The night before plans were hatched (interesting I used that particular term). I was set to arrive at 8:45am and with a short hike in Wendy B. and I would be staring at trout water by 9:15am. An initial water temp was taken at the first riffle crossing made, a cool 50 degrees. Rocks were picked and I set up a two fly nymph rig, BWO nymphs were present in higher concentrations so the WD-40 was employed. Before I could drift the rig more than a handful of times [singlepic id=1525 w=360 h=280 float=right]through the first spot we arrived at it became clear that nymphs were not going to be needed today.
I had some initial concerns that the stretch of water we chose to tackle today might not have much of a Grey Caddis hatch, those concerns quickly faded. Splashy rises were coming from smaller trout under 10inches within the first hour we were on the water. By 10:30am the stream was coming alive, Caddis were coming and they just kept coming. The larger trout could be spotted just by watching the rises, they were consistently at the head of each pool or run, often holding to one side of the seam in the slightly slower water. They do this to maximize the calorie intake from all those tasty Caddis flies but also to minimize the calories they burn by expelling less energy avoiding the faster [singlepic id=1540 w=320 h=240 float=left]current. Wendy B. and I sat on the first run we came to taking back to back Brown trout as we worked our way up to those larger fish at the head of the run. This was shaping up to be a once a year day.
The Grey Caddis just kept coming and by 11:30am they could be seen swarming near rocky structures, near downed trees and any vegetation hanging near the stream. Note: we observed a higher strike rate when we put our flies near structure which in turn had larger concentrations of Caddis swarming near. 90% of the trout I took were taken on a #16 CDC and Elk pattern that I tied rather sparse, it worked wonders. I wish I had tried a hackled pattern to see what if any effect it might have had,[singlepic id=1551 w=360 h=280 float=right] skittering a Caddis dry is still a bit of a mystery. We fished, with smiles on our faces in the sun. Glorious, tight lines, back to back, for the next couple of hours.
No count of fish was kept, it would have been a pain to do so. Even pictures kind of slimmed to a minimum, for a while we could do no wrong, just keep the fly in the water and out of the weeds behind you and it was going to get attacked, period. Wendy exhibited more restraint at times and I got over excited forcing me to spend some (but not too much) time picking my fly from the weeds. I fooled around with pull on my CDC and Elk pattern by casting it into slack water, crossing the current with my fly line and waiting for my line to tighten thus pulling the fly, as long as the fly stayed on the surface it was slammed every time after moving only a few inches. I found this particularly effective in certain spots where a traditional upstream approach wasn’t available. Keep this in mind when dealing with Caddis, a traditional drift will work but sometimes not nearly as well, these fish become keyed on that quick moving, darting fly and sometimes they don’t want to see your fly just sitting there. Caddis are not mayflies and they behave in extremely different manners.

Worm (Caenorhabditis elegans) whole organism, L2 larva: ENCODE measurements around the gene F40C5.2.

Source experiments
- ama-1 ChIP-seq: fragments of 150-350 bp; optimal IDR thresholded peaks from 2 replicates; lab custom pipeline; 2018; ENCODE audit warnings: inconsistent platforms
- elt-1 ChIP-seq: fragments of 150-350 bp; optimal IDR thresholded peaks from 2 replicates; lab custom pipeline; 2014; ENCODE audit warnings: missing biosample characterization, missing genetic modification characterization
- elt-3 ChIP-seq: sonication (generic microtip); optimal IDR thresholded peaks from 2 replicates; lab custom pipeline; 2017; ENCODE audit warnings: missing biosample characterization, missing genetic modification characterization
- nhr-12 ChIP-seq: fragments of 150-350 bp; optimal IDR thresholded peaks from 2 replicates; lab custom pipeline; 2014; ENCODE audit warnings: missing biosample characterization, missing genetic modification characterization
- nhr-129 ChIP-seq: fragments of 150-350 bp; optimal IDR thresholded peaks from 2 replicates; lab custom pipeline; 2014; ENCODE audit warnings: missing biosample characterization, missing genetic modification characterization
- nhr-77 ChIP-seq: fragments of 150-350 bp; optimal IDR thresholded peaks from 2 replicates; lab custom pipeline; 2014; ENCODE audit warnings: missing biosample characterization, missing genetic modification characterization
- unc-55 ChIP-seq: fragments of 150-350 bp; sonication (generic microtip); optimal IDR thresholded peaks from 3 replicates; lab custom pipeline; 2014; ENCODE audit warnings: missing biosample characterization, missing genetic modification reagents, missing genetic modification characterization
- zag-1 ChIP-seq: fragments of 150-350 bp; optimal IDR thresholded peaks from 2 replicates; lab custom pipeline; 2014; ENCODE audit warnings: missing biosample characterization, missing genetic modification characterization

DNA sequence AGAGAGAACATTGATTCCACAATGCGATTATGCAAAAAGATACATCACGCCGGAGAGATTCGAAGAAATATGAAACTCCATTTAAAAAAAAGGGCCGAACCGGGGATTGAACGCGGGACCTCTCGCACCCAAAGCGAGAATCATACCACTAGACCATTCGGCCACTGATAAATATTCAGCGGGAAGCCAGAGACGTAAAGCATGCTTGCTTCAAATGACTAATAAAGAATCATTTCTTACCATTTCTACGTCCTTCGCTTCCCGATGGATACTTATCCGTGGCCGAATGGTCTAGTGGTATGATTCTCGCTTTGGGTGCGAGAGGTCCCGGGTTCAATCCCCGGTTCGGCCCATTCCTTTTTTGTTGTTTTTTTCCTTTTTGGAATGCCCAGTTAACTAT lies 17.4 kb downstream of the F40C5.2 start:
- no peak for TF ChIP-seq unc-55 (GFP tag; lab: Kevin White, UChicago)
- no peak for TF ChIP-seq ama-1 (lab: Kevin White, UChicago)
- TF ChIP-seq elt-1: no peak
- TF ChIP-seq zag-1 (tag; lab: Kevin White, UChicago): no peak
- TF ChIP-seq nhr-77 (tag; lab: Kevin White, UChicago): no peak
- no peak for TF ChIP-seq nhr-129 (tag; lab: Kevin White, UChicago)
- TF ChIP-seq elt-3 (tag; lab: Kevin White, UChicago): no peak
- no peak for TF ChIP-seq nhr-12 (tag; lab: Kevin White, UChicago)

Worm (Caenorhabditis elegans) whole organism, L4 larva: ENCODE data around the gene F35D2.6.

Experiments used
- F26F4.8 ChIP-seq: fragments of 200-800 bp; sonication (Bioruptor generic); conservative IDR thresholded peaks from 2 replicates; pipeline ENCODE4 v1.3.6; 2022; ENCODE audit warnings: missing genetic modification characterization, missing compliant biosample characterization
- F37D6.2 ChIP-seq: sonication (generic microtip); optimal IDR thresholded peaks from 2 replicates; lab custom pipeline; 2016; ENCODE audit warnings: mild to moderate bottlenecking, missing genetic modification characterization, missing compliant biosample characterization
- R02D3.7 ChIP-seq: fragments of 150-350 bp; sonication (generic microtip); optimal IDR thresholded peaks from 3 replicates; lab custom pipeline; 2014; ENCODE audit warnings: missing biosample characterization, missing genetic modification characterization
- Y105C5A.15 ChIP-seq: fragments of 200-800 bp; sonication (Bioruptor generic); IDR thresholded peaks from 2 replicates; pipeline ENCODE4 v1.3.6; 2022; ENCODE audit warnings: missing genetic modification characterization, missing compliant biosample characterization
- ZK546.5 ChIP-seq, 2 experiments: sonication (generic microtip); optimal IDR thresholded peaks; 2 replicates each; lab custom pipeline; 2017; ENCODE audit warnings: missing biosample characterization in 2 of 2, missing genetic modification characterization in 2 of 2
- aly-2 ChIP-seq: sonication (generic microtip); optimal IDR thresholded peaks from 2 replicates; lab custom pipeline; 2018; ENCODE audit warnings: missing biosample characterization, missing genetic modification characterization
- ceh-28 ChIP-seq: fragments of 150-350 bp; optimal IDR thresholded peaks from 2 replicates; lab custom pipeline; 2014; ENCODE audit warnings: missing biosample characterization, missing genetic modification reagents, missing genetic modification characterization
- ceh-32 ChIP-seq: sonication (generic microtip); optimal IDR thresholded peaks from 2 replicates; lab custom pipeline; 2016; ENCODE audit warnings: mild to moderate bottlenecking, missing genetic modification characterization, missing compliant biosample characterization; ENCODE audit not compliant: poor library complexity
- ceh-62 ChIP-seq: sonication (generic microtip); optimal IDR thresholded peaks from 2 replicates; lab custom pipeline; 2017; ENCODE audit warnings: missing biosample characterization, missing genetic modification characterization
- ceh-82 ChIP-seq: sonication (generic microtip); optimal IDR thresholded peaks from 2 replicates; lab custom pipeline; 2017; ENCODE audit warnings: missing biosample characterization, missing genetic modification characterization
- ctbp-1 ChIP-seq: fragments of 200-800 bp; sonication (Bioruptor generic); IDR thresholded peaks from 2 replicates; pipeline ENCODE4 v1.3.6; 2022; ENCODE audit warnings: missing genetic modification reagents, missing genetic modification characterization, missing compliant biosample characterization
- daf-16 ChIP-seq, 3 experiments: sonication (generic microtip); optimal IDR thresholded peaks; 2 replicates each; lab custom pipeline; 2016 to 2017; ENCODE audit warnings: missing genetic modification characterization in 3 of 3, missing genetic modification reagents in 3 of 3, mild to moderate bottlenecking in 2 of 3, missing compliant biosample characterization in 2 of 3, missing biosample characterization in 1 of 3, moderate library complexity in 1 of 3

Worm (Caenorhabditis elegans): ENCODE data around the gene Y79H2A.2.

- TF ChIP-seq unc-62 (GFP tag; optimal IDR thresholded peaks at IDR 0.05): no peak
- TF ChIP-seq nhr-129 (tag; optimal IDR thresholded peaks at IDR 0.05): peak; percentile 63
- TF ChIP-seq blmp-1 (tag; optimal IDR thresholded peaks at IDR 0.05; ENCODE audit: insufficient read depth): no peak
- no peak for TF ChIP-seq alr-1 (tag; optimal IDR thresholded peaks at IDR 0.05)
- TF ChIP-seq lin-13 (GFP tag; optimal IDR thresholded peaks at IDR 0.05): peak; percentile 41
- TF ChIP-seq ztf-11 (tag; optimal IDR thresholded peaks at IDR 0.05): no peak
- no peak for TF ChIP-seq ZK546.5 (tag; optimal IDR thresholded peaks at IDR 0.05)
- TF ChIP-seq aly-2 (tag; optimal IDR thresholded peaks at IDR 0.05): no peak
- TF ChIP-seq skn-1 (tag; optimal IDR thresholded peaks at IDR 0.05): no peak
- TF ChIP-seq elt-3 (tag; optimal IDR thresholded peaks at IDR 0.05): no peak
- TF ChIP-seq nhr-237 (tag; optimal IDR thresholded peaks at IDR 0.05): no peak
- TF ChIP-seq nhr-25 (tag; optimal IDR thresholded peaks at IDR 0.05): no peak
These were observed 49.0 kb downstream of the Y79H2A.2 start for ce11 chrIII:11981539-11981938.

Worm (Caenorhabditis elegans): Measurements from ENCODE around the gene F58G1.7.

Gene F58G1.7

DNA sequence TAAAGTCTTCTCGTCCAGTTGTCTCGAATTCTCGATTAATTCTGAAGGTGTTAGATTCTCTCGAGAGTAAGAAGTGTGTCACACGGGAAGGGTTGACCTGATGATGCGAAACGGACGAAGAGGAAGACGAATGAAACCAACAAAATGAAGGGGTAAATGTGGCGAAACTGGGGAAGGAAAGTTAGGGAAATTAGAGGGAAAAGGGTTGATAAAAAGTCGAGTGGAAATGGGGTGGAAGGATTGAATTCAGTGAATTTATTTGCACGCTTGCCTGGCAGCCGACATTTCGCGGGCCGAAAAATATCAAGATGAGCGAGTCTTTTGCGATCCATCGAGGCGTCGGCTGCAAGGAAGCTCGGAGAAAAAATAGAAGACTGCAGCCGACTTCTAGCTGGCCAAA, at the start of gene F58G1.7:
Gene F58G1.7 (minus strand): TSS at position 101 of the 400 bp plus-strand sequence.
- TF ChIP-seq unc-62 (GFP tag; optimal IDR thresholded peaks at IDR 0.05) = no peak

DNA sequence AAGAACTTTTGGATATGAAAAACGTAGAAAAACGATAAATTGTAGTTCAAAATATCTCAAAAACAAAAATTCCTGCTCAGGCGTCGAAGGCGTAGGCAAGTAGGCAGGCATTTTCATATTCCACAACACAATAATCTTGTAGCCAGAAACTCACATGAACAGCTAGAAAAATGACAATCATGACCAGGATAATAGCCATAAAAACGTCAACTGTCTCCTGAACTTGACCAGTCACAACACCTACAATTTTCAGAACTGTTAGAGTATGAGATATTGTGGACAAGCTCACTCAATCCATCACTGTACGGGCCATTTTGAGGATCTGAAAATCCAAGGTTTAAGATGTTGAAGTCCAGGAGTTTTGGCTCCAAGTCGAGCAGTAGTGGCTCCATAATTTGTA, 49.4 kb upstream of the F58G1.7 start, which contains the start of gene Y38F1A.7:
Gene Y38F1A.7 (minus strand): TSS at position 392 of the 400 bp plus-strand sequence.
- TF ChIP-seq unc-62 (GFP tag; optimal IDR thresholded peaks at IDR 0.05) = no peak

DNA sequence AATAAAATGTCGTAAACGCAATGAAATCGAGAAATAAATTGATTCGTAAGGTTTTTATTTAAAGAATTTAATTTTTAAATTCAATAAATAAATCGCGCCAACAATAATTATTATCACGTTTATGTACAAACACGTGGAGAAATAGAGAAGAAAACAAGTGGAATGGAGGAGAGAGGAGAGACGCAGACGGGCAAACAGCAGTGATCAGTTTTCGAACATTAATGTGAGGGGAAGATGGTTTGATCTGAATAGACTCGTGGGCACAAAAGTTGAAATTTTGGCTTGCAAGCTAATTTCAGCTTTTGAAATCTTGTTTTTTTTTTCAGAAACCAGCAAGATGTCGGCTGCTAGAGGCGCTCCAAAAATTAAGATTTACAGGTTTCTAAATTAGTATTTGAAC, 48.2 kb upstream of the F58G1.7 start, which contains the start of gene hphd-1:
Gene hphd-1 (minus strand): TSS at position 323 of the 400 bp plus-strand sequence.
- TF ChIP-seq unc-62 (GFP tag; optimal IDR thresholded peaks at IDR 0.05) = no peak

We couldn’t argue with rising trout, water temps were pushed to the far reaches of my mind and I didn’t flip another rock for the rest of the day. We moved to each run exhibiting rising fish, worked each until one of us took the largest fish willing to show it’s face, they showed and we won. Wendy managed two really nice fish while standing in a riffle casting downstream to slack water, the marauders. He pulled each upstream through the riffle with the 2wt., that rod [singlepic id=1535 w=320 h=240 float=left]puts up for sure man. We progressed upstream and the adult Caddis numbers diminished, we could have continued on but not with dry flies, we chose to split, double back and fish the first few runs for a limit of 10inch fish for the grill.
By this point it was approaching 1:30pm and the adults were everywhere but rising behaviour seemed to drop off a cliff by 2:30pm. We each managed a few fish each before the dry fly drew no responses. To round out the day I chose to swing a streamer to trout with very full bellies, very few struck at my fly, perhaps something to take into consideration. At 3:15pm we made the trek out and by 4pm I was on my way home, what a seriously kick ass day. Minimal wind, nothing but dry flies. I mean I used only two flies all day and landed more fish in a few hours than I had any other day I’ve been fishing for trout. To my surprise the CDC and Elk pattern lasted for a long time (maybe I’m getting better at tying) and even after it came loose from the shank of the hook it still managed one last trout before it had to be retired, got my hook back though, a marvelous end to a dry fly. How often does that happen, to retire a dry fly after so many fish rather than busting it off on a trout, or loosing it to a tree? Hasn’t happened many times for me yet but there are many years of this in my future so I’m sure I’ll see it happen again. Thanks Wendy for another good run.[singlepic id=1536 w=280 h=200 float=right]
Other Notes and Observations:
- I wonder if we wouldn’t have taken more fish early if we had tried pupa patterns.
- #14 through a #20 adults were seen, so start large and work smaller and darker if the fish hesitate.
- Seriously considering a voice recorder for notes from now on, wish I had one this day.